YouTubers spark debate after destroying 100 VHS tapes just one make one more valuable

YouTubers spark debate after destroying 100 VHS tapes just one make one more valuable
We Finally Watched Nukie: The VHS Grading Video

Two YouTubers said they demolished more than 100 copies of a VHS tape for the 1987 South African sci-fi film Nukie to increase the tape's value for charity – but the act sparked debate online.

On 30 December, hosts Richard Evans and Mike Stoklasa of the movie review YouTube channel RedLetterMedia, shared a video on the platform discussing the trend of VHS tape collections which can often go for a hefty price on sites like eBay.

"As the owners of 1000s of crappy VHS tapes, we were curious to dig deeper into this trend, as well as examine what makes something valuable and collectible," the channel's video caption read.

The duo was inspired to conduct this experiment with the news of a sealed copy of the movie Back to the Future.

According to The Hill, the tape was sold for $75,000 in June 2022.

And as a result, Evans and Stoklasa took matters into their hands, considering the factors that make a VHS tape valuable. The tapes condition and rarity are two of the vital elements.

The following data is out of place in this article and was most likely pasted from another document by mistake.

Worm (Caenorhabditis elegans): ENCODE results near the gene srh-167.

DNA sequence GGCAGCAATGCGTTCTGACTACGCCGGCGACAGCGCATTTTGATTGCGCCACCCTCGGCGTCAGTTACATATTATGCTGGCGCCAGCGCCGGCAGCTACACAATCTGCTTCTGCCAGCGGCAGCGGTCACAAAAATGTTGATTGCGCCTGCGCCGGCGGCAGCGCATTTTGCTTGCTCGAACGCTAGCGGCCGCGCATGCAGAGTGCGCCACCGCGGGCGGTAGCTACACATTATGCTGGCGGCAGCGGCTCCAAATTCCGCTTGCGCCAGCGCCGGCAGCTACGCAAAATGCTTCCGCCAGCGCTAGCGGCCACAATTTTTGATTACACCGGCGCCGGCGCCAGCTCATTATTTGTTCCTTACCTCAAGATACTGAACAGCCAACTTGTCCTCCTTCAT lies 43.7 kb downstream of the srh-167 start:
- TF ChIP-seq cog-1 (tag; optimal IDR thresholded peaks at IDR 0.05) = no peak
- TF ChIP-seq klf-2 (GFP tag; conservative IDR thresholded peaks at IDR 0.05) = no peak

The channel, which was created by Stoklasa, an independent filmmaker, had a running joke of collecting copies of the "forgotten terrible film" Nukie.

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They also explained that they chose the copy that was in the most pristine condition and sent it to a service to be graded for quality and authenticity. And their copy of Nukie had an impressive score of 8.5 out of 10.

When it came to destroying the other copies of the film, they appeared to run them through a wood chipper as the cassettes and spools of magnetic tape flew all around.

Towards the end of the video, they said the final tape was listed on eBay for auction, and the proceeds would be given to St. Jude Children's Research Hospital and the Wisconsin Humane Society.

We Finally Watched Nukie: The VHS Grading

The tape was officially sold for $80,600 in an eBay auction.

Once people online caught wind of the VHS copies, many didn't see the issue with the tapes being destroyed.

One person on Twitter wrote: "Nukie was the perfect movie to do that experiment with, and RLM did nothing wrong."

"Imagine reading that RLM destroyed 100 VHS tapes of "Nukie" to show what a scam VHS preservations are and raise $80,000 for charity, then sitting back and saying "wow, that's scummy, what about media preservation :/ "Absolute clown shoes."

However, others felt it was unnecessary to do with someone writing: "I knew there was a reason I didn't like these guys. Let's not destroy physical media to manipulate the market like this," one added.

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